I second thatA cry for help from the Anonymous Clerk.
Here's what I'm looking for. I looking for success stories - inspirational stories. Any attending physicians or residents who happen to be reading, this is a message for you. Tell me how residency really wasn't that bad. Tell me how much you dreaded going from a relatively responsibility-free medstudent to a responsibility-laden physician. Tell me how rewarding your work is and how you could never picture yourself doing anything else.
I'm doing an away rotation at Stanford hospital. I'm pretty sure I saw Graham there today. I just spent 3 successive 14 hour days in the hospital. The shuttle here begins running after I've gone to work and stops running before I can leave. There's some pretty cool stuff that I've gotten to be involved in but in many significant ways IT SUCKS! Is this really what I want to be doing? I'm going to give up 4 of the potentially best years of my life for THIS? I'm a 4th year now, so it's getting to be about that time. My days are numbered. Doctors? Is it worth it?
I hear ya, clerk! So far he's only had one response, but I'm waiting for more. I need to read some more. Just this past week I had two residents tell me that if they didn't owe so much money in student loans they would find other careers. Not what I need to hear. It seems the only people who talk about medicine are complaining -- about the hours, the stress, the lawsuits and decreased compensation. It's so discouraging. I really enjoy seeing patients now, and I don't want to become jaded and cynical. Please say there's hope!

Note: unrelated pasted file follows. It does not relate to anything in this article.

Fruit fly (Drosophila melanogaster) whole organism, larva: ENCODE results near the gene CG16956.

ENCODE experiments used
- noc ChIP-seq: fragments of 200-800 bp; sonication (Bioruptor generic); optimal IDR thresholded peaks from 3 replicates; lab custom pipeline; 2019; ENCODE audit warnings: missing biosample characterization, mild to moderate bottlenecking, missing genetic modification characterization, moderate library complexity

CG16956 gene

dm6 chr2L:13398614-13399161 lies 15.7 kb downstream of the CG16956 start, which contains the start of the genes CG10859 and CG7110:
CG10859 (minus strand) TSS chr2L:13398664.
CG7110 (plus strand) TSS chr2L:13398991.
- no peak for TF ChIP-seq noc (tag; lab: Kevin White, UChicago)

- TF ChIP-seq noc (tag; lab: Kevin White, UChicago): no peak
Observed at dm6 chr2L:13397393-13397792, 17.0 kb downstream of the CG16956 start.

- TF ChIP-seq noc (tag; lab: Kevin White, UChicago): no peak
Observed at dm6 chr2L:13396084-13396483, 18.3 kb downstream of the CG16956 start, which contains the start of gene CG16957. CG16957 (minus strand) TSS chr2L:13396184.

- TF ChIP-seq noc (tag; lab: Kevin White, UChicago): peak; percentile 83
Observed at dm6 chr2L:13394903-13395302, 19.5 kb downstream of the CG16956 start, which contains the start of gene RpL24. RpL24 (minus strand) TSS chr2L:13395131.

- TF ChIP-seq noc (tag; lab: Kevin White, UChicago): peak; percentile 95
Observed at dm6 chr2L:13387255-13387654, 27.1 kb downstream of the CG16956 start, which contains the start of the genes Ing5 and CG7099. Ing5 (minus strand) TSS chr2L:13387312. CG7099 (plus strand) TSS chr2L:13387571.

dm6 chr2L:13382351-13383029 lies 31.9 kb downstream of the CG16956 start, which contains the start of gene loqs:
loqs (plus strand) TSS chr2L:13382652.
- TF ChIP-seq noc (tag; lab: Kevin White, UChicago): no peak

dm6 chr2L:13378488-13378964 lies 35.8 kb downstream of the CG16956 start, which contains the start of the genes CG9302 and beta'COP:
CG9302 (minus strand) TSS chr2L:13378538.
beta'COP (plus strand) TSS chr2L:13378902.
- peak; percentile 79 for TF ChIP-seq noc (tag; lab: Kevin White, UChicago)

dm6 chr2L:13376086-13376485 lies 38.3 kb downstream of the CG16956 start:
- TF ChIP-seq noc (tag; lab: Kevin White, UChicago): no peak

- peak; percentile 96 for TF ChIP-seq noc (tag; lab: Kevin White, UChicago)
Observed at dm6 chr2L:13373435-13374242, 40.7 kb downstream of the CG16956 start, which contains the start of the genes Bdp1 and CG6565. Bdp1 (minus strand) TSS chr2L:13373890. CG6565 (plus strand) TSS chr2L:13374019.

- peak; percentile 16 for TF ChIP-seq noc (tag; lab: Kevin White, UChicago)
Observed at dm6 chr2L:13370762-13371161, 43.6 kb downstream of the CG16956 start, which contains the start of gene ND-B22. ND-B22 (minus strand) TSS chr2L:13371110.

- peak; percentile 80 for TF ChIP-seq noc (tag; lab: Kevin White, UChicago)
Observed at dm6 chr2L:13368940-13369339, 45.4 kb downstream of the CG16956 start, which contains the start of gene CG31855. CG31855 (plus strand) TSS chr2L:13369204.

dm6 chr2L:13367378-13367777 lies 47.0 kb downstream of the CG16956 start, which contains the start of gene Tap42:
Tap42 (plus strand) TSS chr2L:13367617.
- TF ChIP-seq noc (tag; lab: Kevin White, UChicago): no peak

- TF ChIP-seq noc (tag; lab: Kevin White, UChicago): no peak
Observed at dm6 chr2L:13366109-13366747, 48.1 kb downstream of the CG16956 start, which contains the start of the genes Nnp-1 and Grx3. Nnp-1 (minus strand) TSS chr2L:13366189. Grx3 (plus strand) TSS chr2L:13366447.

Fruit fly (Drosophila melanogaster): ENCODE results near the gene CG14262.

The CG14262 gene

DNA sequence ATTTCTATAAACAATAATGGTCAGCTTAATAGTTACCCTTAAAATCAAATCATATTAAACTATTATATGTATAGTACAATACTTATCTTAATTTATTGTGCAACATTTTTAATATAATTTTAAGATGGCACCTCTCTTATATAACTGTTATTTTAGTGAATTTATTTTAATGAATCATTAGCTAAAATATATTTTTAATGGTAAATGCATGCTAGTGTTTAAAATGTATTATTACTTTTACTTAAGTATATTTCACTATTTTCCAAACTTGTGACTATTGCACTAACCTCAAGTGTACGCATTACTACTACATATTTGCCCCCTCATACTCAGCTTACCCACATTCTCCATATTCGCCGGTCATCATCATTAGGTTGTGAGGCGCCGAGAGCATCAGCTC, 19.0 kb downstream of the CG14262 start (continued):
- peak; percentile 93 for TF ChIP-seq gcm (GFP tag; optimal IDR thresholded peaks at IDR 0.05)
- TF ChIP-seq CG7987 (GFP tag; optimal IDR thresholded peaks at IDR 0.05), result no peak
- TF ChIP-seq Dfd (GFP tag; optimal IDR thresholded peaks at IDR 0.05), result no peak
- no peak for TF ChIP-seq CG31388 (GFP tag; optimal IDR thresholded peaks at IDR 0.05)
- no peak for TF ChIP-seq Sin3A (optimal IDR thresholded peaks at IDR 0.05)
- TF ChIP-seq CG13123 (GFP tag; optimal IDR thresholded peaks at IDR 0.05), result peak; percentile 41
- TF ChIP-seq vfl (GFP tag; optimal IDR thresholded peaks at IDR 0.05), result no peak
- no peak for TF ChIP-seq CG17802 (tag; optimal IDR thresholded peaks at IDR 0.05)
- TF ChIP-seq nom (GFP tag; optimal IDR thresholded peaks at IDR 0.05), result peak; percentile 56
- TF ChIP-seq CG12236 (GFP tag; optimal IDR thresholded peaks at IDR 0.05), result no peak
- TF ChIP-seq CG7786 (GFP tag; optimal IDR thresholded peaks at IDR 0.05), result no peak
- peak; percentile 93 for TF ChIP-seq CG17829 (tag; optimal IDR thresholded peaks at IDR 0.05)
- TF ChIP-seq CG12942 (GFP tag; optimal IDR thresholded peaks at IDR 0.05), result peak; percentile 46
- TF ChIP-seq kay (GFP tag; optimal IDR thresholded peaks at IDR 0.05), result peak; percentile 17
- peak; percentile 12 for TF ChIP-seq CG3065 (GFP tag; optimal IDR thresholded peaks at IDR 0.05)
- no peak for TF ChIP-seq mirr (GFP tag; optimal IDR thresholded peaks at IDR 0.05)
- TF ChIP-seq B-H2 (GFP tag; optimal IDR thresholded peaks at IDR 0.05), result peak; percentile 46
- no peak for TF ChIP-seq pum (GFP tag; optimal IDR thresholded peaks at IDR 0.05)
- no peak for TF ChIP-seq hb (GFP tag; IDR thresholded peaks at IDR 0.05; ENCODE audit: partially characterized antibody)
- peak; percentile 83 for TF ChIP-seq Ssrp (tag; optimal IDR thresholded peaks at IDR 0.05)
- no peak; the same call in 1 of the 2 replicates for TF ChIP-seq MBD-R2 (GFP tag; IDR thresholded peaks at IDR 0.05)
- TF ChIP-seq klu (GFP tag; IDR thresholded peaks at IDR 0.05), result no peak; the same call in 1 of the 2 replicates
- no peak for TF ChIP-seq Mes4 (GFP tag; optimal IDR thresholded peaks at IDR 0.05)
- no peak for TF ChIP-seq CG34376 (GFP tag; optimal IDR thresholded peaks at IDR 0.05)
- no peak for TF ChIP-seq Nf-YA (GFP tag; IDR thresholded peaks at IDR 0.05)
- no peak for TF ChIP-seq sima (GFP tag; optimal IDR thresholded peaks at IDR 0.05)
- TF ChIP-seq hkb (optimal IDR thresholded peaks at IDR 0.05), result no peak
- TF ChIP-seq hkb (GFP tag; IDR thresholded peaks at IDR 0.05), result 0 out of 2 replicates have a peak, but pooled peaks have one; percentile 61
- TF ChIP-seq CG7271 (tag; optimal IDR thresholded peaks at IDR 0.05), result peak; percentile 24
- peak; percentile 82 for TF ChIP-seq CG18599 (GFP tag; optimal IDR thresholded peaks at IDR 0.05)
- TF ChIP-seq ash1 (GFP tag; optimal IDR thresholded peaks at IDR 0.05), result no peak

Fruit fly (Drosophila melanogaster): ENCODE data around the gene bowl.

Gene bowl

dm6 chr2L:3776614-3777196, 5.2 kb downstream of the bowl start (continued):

UPDATE: An uplifting post from Dr. Charles.
It’s there when I allow myself to listen, especially when the game clock is turned off with the last patient of each day. It’s there when I see the inimitable charisma of family, born of its individual members’ unique dysfunctions, talents, and stories. It’s there in the crate of homegrown eggplants brought into our office. It’s there in the wedding invitation of a woman I helped through incapacitating asthma and thyrotoxicosis. It’s there in the tears and laughter of the patients in whose life stories I’ve already sewed a few threads.